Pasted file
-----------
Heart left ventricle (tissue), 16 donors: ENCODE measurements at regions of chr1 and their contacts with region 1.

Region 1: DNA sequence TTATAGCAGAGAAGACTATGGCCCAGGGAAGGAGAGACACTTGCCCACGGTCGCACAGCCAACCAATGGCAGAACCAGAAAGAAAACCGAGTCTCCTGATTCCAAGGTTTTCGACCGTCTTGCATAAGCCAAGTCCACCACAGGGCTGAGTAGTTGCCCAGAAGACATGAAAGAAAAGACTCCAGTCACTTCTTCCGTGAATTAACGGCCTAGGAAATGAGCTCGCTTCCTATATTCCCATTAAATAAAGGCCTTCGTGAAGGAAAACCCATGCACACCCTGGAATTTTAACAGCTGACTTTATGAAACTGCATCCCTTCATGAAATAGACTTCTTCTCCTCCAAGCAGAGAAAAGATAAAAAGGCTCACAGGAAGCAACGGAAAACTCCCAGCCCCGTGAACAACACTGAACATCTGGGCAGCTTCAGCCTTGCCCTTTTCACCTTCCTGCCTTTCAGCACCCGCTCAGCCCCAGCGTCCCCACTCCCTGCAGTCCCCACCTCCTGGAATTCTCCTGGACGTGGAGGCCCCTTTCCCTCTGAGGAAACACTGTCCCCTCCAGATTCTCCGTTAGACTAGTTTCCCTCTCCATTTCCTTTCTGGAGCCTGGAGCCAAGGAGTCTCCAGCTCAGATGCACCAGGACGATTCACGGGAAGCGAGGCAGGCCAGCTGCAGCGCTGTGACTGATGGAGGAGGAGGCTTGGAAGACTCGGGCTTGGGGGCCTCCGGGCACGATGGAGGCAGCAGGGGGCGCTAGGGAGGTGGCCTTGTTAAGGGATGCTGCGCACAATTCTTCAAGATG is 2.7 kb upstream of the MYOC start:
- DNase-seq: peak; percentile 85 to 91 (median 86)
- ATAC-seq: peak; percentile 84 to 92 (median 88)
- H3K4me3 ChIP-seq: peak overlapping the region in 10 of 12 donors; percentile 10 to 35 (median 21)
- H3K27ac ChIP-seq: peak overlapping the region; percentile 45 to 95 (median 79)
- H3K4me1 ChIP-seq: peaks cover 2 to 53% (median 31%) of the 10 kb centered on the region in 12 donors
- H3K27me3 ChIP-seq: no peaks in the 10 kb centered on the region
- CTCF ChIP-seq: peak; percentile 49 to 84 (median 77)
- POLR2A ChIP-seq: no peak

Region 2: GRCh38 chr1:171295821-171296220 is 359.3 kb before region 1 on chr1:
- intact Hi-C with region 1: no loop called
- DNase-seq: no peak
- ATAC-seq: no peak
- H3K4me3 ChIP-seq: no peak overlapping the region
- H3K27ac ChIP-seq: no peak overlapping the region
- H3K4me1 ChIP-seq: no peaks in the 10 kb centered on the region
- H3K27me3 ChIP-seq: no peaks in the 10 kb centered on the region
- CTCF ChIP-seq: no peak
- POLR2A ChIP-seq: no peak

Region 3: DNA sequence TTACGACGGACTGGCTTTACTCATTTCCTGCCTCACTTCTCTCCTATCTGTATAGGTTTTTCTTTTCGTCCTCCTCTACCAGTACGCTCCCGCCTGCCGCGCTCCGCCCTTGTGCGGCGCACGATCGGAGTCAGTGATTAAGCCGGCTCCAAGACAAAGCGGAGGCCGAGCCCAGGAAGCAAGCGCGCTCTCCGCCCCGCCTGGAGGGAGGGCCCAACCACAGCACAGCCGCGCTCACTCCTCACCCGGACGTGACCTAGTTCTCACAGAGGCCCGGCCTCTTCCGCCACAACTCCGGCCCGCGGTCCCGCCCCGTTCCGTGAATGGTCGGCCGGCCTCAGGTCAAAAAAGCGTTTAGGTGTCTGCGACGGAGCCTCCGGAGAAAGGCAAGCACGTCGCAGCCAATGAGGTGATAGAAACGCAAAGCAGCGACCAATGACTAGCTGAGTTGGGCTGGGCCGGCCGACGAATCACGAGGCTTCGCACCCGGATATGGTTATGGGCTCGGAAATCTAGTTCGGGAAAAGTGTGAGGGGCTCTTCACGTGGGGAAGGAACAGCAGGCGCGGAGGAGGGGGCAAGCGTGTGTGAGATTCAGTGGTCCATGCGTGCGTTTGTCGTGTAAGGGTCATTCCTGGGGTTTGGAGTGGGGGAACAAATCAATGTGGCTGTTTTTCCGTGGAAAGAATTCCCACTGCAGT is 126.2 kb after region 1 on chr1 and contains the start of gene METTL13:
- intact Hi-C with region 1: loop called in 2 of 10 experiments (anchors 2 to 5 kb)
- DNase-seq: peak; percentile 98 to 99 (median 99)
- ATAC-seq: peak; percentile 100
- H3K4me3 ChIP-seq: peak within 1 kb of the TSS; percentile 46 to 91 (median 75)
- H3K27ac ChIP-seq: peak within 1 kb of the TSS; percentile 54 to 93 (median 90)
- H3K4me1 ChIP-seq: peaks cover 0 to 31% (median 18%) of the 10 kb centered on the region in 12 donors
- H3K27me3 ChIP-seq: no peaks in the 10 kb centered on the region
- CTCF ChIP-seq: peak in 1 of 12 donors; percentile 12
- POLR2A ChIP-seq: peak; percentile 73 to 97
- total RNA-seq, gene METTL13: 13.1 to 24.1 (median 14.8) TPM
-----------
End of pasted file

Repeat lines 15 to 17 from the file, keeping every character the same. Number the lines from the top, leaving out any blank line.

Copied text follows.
- H3K4me3 ChIP-seq: no peak overlapping the region
- H3K27ac ChIP-seq: no peak overlapping the region
- H3K4me1 ChIP-seq: no peaks in the 10 kb centered on the region